Moroccan left hopes to offer 'third way' at polls

2016-09-30 21:00


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Rabat - As campaigning heats up ahead of next week's parliamentary elections in Morocco, Nabila Mounib wants to offer voters an alternative to ruling Islamists and the liberal opposition.

The country's only female party leader, Mounib heads up a leftist coalition that calls for a constitutional monarchy and genuine political reform.

The North African kingdom has long been considered among the most liberal nations in the Arab world.

But its parliament has limited legislative clout, even after King Mohamed VI agreed to a new constitution curbing his near-absolute power in 2011 following region-wide popular revolts.

The Federation of the Democratic Left (FGD) is campaigning for the October 7 poll under the slogan: "With us, another Morocco is possible".

Harmful effects 

In an interview with AFP, Mounib said her movement offers a "third way" between the ruling Islamist Justice and Development Party (PJD) and the liberal opposition Authenticity and Modernity Party (PAM).

"Those two parties don't respond to the aspirations of Moroccans to establish a real democracy," she said.

"We position ourselves between them, and propose the way of genuine political reform via a separation of powers."

Over the last few months, the 56-year-old academic has carved out a prominent space in Moroccan politics with her outspoken criticism of other political parties and the royal palace itself.

She dismissed what she believes is a false dichotomy between conservatives and modernists.

"The party that calls itself conservative (the PJD) has shown that in economic terms it is a follower of neoliberalism with all its harmful effects," she said.

"Meanwhile the other side, abusively called modernist, has never talked of modernity."

Left in disarray 

The FGD is a coalition of three leftist groups including Mounib's Unified Socialist Party (PSU).

It comes from a long tradition of leftist parties which were harshly repressed during the reign of King Hassan II.

King Mohamed VI, who succeeded his father in 1999, took a more lenient stance. But the left has been in disarray for a decade.

"The program of the left is obsolete and has not reinvented itself since the 1980s," said Abdellah Tourabi, a Moroccan columnist and political scientist.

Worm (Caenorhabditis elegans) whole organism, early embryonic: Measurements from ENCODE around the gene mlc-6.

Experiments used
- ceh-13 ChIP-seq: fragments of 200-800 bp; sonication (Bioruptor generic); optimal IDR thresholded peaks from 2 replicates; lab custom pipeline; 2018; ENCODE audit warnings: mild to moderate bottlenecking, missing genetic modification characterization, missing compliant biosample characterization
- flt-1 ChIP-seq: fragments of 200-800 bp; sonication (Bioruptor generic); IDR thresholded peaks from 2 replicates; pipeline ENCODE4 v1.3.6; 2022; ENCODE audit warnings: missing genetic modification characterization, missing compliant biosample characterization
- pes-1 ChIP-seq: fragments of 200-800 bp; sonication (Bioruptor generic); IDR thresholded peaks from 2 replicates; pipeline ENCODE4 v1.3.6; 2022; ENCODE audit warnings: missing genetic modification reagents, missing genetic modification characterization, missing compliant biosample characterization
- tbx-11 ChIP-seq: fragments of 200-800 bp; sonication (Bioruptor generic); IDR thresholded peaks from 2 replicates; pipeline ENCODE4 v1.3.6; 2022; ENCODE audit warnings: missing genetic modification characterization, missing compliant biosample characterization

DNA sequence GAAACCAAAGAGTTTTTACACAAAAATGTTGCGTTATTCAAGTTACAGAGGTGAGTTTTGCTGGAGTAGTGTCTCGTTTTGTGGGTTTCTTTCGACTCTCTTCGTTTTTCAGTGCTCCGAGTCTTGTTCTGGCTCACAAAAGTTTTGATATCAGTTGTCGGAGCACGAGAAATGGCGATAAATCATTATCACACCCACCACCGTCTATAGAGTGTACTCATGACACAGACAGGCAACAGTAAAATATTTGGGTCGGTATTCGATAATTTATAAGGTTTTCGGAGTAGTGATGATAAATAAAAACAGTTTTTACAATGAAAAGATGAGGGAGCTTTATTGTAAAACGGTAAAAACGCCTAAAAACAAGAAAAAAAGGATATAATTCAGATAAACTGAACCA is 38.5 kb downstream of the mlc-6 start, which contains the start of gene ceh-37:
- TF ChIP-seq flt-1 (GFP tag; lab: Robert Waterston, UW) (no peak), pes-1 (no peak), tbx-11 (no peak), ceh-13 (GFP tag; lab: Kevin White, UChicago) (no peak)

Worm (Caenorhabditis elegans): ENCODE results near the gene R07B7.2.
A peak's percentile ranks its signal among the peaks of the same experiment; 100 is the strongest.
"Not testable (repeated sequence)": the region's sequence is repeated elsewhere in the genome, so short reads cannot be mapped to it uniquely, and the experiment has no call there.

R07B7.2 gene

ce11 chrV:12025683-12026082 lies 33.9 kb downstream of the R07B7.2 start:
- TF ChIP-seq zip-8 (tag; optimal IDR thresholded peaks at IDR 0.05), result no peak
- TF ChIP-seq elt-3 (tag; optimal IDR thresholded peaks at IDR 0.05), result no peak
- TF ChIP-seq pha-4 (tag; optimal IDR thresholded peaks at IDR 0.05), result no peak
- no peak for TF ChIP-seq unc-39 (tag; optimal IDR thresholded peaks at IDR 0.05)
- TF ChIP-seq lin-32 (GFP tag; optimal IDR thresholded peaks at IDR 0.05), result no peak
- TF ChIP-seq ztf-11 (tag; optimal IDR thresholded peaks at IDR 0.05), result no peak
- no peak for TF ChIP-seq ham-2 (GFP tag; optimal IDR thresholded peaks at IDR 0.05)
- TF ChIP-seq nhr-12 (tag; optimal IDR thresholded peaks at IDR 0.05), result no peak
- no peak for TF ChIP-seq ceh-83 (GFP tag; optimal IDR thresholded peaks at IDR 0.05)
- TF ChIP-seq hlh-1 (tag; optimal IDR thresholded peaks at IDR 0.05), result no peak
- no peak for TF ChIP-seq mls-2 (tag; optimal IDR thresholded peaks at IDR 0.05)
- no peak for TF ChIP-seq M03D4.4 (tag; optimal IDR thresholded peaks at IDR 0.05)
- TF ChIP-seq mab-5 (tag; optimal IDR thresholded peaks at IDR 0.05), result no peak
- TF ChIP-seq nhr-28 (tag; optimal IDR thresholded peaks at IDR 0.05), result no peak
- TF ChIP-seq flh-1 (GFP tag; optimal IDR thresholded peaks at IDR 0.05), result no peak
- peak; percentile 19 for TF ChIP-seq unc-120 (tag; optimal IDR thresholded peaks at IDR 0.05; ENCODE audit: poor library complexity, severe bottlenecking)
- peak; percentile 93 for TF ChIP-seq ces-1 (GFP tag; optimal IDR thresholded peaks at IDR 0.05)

He said leftists in Morocco are intellectually and ideologically stuck in the past, opening the door for more conservative, Islamist parties.

"The left can no longer seduce its historical base, namely the urban middle classes," Tourabi said.

"Another force has taken its place today - the PJD. It wins the most seats in the major cities, where the left used to triumph."

That is a dynamic Mounib hopes to tackle. She was a prominent supporter of Morocco's Arab Spring-inspired February 20 Movement, calling for a parliamentary monarchy.

Mounib says the 2011 constitution did not go far enough -- but that has not entirely alienated her from the palace.

In late 2015, the King sent her on a delicate diplomatic mission to persuade Sweden not to recognise Western Sahara, controlled by Morocco, as an independent country.

The trip was a success, in part thanks to her leftist connections.


Mounib's political ambitions received a boost in mid-September when a local newspaper published an open letter signed by a hundred figures from academia, the arts and civil society, calling on her to turn the FGD into a force for change.

The letter criticised those "who say that reform is possible but continue to work with the corrupt" and "those who call themselves progressives but condone authoritarianism under the cover of fighting religious fundamentalism."

Those words could hit home among Moroccans who are disillusioned with politics. Turnout was just 45 percent at the last poll in 2011, which Mounib's party boycotted.

This time round, with 30 parties competing, the FGD is hoping to end the radical left's long exile and win more than 300,000 votes nationally.

"The echoes are favourable and the surge of sympathy is indisputable," said Omar Balafrej, another figure of the FGD, whose candidates have pledged to pass up on their parliamentary salaries if elected.

In April, Mounib made waves by polling third on a list of politicians most likely to head the next government.

"She has a certain freedom of tone," said TelQuel, the magazine that ran the poll.

"It's more her personality than her programme that seems to raise interest."

Read more on:    morocco  |  north africa

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